The array is split and each halft is sorted (--- just like the first half [10.2   6.4])

I will skip the picture showing the second half being return and go to the merge operation

• Now both halves have been sorted and the algorithm will perform a merge operation:

• The merged result is then returned:

• Now both halves have been sorted and the algorithm will perform a merge operation:

• The merged result is then returned:

• Only then, the algorithm will work on the second half of the original array

The process is the same one as you have seen that sorts the first half of the original array

So I will not make the picture.... but only give you the final result:

• The 2 sorted arrays are then merged to produce the final result:

• Example Program: (Demo above code)

How to run the program:

 Right click on link(s) and save in a scratch directory To compile:   javac testProg0.java To run:          java testProg0

• Nomenclature

• The recursive merge sort algorithm is also known as:

• The top-down merge sort algorithm

• This is because the sorting actions performed is as follows:

 ``` Sort: [6.4, 3.5, 7.5, 2.5, 8.9, 4.2, 9.2, 1.1] Split:[6.4, 3.5, 7.5, 2.5] | [8.9, 4.2, 9.2, 1.1] Another Merge Sort starts to sort the Left[ ] array: Sort: [6.4, 3.5, 7.5, 2.5] Split:[6.4, 3.5] | [7.5, 2.5] Another Merge Sort starts to sort the Left[ ] array Sort: [6.4, 3.5] And so on... ```

• Top = the whole array

• Bottom = smaller pieces of the array

• Because the algorithm starts working on the whole array first, (and this results in working on the smaller array next), the algorithm is called top-down

• I have rigged the recursive merge sort algorithm to print out the input arrays at the start of each recursion

Sample output:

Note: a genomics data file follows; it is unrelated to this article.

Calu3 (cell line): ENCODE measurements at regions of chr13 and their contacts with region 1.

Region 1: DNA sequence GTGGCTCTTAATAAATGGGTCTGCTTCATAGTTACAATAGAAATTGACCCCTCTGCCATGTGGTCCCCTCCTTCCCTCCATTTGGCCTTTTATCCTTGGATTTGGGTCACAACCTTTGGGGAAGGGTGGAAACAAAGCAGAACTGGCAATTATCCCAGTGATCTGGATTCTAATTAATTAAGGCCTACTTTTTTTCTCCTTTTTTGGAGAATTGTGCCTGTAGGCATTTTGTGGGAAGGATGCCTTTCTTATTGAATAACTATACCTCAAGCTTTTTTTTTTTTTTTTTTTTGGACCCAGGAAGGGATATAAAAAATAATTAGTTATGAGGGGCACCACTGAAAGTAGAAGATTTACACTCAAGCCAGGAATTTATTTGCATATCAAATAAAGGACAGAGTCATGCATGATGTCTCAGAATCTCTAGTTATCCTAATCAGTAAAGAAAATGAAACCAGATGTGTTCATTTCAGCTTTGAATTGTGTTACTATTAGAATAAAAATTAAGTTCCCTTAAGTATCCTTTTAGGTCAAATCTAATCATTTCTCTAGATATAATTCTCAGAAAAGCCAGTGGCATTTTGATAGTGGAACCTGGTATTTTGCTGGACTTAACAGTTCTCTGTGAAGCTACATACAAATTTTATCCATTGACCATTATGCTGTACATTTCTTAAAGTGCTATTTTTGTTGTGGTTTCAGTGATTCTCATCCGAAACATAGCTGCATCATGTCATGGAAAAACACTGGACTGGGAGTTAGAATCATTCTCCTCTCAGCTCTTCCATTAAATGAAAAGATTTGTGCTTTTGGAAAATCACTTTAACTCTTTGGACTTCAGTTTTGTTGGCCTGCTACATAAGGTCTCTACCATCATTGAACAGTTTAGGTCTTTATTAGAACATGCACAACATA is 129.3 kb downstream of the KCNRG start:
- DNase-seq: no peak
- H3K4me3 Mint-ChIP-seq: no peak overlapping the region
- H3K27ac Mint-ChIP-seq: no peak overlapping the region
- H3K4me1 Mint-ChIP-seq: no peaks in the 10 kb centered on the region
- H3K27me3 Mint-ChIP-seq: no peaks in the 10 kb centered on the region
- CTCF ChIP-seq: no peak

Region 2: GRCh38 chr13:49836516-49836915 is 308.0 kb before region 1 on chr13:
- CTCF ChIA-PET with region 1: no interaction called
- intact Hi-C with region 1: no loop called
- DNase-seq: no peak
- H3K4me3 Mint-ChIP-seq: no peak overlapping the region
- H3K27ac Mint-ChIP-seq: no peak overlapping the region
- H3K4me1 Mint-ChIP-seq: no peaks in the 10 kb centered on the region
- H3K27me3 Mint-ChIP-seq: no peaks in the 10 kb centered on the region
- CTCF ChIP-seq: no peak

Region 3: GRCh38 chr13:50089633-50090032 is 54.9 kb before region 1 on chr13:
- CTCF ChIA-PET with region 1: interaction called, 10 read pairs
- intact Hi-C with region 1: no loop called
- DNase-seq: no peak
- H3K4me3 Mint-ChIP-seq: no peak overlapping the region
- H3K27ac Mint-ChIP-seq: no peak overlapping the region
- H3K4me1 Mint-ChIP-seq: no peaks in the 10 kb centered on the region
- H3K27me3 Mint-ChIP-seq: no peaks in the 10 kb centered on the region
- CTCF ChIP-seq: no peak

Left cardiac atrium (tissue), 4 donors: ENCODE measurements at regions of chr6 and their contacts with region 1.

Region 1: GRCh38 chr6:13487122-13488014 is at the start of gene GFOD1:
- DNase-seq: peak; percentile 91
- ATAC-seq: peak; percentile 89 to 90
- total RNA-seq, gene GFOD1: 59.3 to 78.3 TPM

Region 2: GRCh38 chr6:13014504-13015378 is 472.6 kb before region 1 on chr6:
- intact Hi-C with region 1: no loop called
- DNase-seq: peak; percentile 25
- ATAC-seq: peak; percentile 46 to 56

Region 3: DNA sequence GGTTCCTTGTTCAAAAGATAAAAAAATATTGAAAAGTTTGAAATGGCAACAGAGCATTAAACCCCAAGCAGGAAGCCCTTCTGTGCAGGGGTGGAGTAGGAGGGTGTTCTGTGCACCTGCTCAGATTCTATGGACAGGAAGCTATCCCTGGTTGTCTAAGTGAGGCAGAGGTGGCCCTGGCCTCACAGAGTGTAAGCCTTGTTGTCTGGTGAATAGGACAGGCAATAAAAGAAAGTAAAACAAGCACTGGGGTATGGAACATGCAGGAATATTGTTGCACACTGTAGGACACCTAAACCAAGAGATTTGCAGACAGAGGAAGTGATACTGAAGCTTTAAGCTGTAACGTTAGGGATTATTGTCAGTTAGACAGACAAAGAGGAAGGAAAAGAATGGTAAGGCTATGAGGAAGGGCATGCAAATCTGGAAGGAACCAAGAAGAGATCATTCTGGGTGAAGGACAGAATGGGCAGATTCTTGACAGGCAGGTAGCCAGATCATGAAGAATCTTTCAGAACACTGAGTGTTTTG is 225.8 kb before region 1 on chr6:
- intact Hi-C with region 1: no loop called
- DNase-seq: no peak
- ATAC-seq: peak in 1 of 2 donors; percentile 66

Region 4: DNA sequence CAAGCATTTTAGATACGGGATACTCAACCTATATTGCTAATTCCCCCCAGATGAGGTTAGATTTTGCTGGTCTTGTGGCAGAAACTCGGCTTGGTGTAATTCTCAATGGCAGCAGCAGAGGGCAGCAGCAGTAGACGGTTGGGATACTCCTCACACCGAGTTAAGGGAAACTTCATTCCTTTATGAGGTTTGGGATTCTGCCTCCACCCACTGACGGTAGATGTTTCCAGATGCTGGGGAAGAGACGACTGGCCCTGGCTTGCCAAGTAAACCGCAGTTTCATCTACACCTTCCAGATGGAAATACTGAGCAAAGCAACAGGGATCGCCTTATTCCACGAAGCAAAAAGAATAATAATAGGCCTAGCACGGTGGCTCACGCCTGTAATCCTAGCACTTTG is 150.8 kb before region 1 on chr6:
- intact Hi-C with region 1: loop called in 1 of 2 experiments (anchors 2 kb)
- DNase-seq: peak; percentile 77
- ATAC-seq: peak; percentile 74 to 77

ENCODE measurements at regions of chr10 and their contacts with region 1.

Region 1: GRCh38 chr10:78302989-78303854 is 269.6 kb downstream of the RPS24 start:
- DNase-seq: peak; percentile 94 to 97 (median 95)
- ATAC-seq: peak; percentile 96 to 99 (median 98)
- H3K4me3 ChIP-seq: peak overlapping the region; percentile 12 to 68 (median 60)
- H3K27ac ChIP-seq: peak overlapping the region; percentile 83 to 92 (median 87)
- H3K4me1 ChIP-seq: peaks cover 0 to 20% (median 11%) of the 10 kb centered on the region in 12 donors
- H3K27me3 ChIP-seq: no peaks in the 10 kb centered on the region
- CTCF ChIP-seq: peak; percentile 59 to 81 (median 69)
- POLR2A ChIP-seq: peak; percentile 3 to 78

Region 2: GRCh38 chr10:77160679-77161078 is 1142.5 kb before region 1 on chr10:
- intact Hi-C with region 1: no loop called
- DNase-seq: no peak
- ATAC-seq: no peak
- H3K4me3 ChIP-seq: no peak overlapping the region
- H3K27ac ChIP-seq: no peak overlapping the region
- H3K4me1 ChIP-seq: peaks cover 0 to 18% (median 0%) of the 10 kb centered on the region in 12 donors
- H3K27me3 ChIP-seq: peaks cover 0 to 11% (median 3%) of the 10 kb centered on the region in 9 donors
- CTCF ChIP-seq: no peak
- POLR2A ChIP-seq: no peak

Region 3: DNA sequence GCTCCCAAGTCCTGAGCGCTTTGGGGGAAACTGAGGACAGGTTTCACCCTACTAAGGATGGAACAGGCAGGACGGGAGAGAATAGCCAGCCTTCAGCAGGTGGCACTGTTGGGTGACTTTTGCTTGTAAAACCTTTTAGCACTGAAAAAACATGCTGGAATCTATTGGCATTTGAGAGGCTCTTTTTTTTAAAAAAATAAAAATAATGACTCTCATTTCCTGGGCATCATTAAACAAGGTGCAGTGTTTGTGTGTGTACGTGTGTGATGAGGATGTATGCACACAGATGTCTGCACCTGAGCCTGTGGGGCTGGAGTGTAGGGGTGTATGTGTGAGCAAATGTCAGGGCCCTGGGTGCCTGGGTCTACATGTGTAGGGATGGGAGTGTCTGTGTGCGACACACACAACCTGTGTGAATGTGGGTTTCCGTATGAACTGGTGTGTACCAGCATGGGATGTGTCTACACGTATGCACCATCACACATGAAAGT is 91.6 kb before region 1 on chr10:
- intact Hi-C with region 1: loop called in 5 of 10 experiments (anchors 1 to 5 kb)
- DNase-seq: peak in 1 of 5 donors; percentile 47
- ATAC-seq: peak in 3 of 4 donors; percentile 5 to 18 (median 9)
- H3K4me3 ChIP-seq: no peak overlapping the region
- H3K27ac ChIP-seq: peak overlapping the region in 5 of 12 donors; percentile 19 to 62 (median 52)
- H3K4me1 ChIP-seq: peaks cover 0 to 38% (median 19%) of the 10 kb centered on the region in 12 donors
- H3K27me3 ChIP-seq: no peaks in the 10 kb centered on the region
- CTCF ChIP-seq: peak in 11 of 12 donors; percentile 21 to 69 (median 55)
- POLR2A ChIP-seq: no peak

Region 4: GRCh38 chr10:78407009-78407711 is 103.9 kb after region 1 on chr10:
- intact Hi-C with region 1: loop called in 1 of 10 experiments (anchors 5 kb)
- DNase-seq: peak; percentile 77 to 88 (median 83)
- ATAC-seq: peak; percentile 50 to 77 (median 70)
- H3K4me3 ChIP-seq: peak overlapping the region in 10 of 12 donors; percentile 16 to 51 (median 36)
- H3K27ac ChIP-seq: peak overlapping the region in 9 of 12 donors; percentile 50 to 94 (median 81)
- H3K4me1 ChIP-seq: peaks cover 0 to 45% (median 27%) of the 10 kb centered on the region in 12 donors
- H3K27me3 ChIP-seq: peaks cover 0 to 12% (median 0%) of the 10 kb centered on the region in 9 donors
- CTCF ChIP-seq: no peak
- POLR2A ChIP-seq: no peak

```Input: [6.4, 3.5, 7.5, 2.5, 8.9, 4.2, 9.2, 1.1] Sort: [6.4, 3.5, 7.5, 2.5, 8.9, 4.2, 9.2, 1.1] Split:[6.4, 3.5, 7.5, 2.5] | [8.9, 4.2, 9.2, 1.1] Sort: [6.4, 3.5, 7.5, 2.5] Split:[6.4, 3.5] | [7.5, 2.5] Sort: [6.4, 3.5] Split:[6.4] | [3.5] Sort: [6.4] Result: [6.4] Sorted Left half: [6.4] Sort: [3.5] Result: [3.5] Sorted Right half: [3.5] Merged Result: [3.5, 6.4] Sorted Left half: [3.5, 6.4] Sort: [7.5, 2.5] Split:[7.5] | [2.5] Sort: [7.5] Result: [7.5] Sorted Left half: [7.5] Sort: [2.5] Result: [2.5] Sorted Right half: [2.5] Merged Result: [2.5, 7.5] Sorted Right half: [2.5, 7.5] Merged Result: [2.5, 3.5, 6.4, 7.5] Sorted Left half: [2.5, 3.5, 6.4, 7.5] Sort: [8.9, 4.2, 9.2, 1.1] Split:[8.9, 4.2] | [9.2, 1.1] Sort: [8.9, 4.2] Split:[8.9] | [4.2] Sort: [8.9] Result: [8.9] Sorted Left half: [8.9] Sort: [4.2] Result: [4.2] Sorted Right half: [4.2] Merged Result: [4.2, 8.9] Sorted Left half: [4.2, 8.9] Sort: [9.2, 1.1] Split:[9.2] | [1.1] Sort: [9.2] Result: [9.2] Sorted Left half: [9.2] Sort: [1.1] Result: [1.1] Sorted Right half: [1.1] Merged Result: [1.1, 9.2] Sorted Right half: [1.1, 9.2] Merged Result: [1.1, 4.2, 8.9, 9.2] Sorted Right half: [1.1, 4.2, 8.9, 9.2] Merged Result: [1.1, 2.5, 3.5, 4.2, 6.4, 7.5, 8.9, 9.2] Output: [1.1, 2.5, 3.5, 4.2, 6.4, 7.5, 8.9, 9.2] ```

You can run the rigged version to see how the recursion will split the array and use recursion to sort the smaller array

• Example Program: (Demo above code)

How to run the program:

 Right click on link(s) and save in a scratch directory To compile:   javac testProg1.java To run:          java testProg1